How it all started
The story begins in 2012, less than a year after I (Joe Patitucci) started a zero-waste record label, Data Garden. At the time, we released records as download codes printed on paper embedded with seeds that grew into flowers. I was an electronic musician who had spent a few years working in environmental advocacy and I saw Data Garden as a platform to explore a more environmentally conscious relationship between electronic music and the planet.
My interests in nature, art and technology were expressed in everything we did, from our blog that featured artists who helped trees draw by attaching pens to their branches, to free outdoor music and arts festivals we produced that got thousands of people out into nature.
The success of these events led us to be invited to create an experience at The Philadelphia Museum of Art. But what would it be? What would we do? How could we bring all of our interests into something that was a true expression of Data Garden?
The answer was plant music and it came in the form of an installation we called Data Garden Quartet. We were inspired by biofeedback pioneers like FBI interrogator, Cleve Backster, who in the 1970s connected plants to lie detectors to see if they displayed emotional sensitivity. Musically, we were inspired by generative music pioneer, Brian Eno, who created algorithmic processes for the creation of relaxing ambient music. Works by biofeedback artists Richard Lowenberg and Mileece showed us that it was all possible.
We knew our good friend, Sam Cusumano, was a genius electrical engineer and if anyone could figure out how to translate the electrical impulses of plants into MIDI, he was the dude. So, there we were in his studio with custom built circuitry fashioned from an old Radio Shack Lie Detector.
The data generated from our philodendron friend was incredibly dense and complex. Sam programmed our software so changes in conductivity on the surface of a leaf were translated into notes. The velocity of those changes was translated into messages that controlled knobs and faders on a synthesizer.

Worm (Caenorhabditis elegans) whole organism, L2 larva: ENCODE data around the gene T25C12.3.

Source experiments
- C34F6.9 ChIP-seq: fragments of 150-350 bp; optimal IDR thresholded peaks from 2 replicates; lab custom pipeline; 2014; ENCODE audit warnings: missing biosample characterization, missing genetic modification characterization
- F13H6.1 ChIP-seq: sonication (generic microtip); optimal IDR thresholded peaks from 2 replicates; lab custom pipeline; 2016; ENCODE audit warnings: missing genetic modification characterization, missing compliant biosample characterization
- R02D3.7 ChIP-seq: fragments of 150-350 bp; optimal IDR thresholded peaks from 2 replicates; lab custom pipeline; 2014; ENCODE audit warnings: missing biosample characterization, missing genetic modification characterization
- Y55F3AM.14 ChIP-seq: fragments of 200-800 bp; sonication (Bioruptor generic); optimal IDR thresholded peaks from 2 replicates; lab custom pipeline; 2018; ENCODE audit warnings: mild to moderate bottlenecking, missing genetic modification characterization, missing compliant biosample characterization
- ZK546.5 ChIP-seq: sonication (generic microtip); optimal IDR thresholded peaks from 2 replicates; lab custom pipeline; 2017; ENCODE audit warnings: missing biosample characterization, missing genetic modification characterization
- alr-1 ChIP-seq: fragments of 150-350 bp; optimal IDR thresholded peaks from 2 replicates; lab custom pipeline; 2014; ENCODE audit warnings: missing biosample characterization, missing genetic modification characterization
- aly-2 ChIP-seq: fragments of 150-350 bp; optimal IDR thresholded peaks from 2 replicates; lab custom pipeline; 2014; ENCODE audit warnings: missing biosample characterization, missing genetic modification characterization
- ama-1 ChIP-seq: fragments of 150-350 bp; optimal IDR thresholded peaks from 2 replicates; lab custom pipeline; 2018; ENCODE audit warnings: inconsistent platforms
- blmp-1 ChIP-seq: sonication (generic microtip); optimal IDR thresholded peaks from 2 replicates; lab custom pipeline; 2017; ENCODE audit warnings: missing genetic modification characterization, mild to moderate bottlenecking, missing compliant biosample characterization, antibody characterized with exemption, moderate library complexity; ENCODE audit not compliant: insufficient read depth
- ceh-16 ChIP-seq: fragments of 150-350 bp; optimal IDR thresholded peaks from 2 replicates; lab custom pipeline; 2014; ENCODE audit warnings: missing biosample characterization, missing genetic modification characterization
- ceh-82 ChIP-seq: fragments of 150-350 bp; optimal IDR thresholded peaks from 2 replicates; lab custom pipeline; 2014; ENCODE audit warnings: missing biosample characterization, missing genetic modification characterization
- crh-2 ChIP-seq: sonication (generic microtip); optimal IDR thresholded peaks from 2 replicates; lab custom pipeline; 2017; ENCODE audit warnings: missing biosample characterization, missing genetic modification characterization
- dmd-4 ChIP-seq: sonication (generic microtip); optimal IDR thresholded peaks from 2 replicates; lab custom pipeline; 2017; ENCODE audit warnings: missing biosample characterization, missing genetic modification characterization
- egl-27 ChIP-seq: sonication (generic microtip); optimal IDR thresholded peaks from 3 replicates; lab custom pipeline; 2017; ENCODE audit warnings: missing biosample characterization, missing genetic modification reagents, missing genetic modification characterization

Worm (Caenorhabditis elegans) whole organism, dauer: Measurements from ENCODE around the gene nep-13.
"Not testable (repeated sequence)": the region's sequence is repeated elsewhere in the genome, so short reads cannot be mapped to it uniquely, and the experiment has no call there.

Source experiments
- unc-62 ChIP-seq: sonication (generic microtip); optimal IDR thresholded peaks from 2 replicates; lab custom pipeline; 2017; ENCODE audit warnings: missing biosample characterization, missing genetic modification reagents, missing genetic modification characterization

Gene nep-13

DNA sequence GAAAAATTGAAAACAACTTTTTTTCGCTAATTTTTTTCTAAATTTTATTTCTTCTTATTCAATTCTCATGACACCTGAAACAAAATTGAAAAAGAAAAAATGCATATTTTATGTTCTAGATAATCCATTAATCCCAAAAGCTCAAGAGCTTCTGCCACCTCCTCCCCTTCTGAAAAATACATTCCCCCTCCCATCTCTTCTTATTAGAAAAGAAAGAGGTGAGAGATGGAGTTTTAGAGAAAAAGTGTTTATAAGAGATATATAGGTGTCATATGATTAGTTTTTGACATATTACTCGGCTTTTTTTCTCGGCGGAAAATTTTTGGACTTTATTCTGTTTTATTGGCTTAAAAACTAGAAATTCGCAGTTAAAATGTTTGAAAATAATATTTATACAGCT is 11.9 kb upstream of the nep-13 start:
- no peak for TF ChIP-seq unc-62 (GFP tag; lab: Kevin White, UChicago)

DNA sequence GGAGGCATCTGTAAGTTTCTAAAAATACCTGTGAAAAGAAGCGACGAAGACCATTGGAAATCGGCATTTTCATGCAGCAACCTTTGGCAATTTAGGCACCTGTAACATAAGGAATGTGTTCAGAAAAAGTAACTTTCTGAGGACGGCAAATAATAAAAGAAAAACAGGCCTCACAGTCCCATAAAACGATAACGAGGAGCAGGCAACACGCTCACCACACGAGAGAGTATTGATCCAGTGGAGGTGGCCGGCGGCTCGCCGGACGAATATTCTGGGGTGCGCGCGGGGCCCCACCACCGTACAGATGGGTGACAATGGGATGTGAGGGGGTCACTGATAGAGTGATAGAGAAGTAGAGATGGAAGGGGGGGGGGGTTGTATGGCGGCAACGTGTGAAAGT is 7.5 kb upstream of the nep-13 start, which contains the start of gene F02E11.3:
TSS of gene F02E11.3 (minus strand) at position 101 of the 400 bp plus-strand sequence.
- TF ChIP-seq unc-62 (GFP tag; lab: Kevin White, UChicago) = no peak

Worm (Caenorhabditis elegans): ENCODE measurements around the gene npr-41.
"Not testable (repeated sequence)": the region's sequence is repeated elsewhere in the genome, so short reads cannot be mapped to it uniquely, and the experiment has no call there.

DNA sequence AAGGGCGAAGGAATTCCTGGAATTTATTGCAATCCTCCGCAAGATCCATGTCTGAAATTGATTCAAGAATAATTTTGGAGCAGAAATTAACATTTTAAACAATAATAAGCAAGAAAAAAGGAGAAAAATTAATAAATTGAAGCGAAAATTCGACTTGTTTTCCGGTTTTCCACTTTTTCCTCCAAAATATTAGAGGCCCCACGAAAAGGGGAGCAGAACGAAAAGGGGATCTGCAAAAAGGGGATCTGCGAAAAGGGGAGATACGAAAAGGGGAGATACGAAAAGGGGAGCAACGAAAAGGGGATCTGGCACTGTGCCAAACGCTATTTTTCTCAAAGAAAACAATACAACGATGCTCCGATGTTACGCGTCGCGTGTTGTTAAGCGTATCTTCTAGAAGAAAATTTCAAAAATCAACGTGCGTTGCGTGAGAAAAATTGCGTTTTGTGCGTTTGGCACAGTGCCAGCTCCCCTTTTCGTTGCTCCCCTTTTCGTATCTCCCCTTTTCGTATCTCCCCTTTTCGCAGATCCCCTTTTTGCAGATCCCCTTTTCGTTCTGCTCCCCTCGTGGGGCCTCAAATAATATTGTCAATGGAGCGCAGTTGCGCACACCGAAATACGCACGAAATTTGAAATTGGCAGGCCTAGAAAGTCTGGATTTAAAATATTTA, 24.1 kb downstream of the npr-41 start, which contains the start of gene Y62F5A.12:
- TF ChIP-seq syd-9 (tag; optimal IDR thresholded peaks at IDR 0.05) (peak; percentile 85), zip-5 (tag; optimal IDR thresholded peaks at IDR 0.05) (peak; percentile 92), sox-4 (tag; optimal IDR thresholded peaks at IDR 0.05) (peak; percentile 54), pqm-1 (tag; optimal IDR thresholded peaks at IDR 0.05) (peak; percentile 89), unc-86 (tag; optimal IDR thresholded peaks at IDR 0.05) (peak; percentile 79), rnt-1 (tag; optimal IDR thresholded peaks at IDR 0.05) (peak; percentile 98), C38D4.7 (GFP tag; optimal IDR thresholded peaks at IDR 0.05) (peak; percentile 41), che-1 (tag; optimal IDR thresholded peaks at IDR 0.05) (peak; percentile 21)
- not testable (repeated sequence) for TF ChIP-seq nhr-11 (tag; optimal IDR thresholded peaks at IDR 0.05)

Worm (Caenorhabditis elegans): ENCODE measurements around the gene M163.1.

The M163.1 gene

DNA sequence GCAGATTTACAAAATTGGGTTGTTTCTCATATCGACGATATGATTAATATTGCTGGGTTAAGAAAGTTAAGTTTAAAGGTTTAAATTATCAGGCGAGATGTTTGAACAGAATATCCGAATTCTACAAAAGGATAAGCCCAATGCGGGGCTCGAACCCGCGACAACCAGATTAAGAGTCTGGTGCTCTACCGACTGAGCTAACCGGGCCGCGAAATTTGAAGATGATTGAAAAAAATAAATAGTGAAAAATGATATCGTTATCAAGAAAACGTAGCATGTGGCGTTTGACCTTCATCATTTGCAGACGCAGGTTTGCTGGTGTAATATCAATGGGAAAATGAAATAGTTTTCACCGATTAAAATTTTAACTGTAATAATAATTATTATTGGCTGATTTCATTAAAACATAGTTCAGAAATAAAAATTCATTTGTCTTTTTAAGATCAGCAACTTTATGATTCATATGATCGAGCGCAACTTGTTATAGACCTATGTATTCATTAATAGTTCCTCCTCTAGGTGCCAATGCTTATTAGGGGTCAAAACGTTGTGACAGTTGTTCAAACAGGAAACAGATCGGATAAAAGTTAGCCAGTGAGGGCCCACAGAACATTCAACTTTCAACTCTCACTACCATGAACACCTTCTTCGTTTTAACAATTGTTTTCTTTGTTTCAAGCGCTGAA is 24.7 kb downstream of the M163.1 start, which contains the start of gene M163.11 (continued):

The richness of this data inspired me to give plants full control over every note played as well as control over effects. I scaled the instruments into the key of C so the music was harmonious. I created parameters for the rate at which the instruments could be played to provide a resolution that was both musical and close to real time. Then I just let the plants do their thing. The results were totally mind-blowing. From that point on, nothing would ever be the same.
I remember the first time we listened to a philodendron. Upon hearing its first notes, I was amazed. I turned to Sam and asked, “Is that the plant?” When he confirmed, my heart lit up with joy. At that moment I saw the plant turn a reverb knob all the way up, making it sound super blissed out and celestial. What just happened? Did I do that? Was the plant responding to me?
When we first exhibited this work publicly, we noticed certain people and activities had a huge effect on plants. At our first installation, we saw these exhibited through interaction with a Reiki Master, energy healer, botanist, florist, and a young girl named Melody. Yes! Melody affected the melody of the plants. She looked at her mom and said, “All you have to do is think LIGHT COMING THROUGH YOUR HANDS and it will sing to you.” It was a trip!
This brings up the inevitable question, “WHAT DOES IT ALL MEAN!!??” What’s happening in this seemingly meaningful exchange between humans and plants that we’re hearing in the music? The fact is, we don’t know! We have experienced correlations between changes in plant music in sync with thoughts, feelings, actions and intentions. We notice that we feel better after spending time with musical plants, but we don’t exactly know why. As artists more than scientists, we feel we can best serve in fostering understanding of plant consciousness through sharing this experience with people. We’ll leave the explaining to the scientists, or maybe you, if you’re so inspired!
After all, the tools are now available to all. MIDI Sprout makes use of much of the same circuitry that was used on our early installations and the sounds in our iOS app were crafted with the same design principles that inform our artistic practice.
MIDI Sprouts are hand-assembled by artists in the US. The biodegradable cardboard enclosure of MIDI Sprout is an homage to the zero-waste record label that gave birth to the device.
We’re excited to share the magic of plant music with you through MIDI Sprout. Having this device in our lives has transformed not only the way we see plants, but the entire cosmos. It’s our hope that you too, in exploration of your relationship to nature through music, will come to discover hidden connections.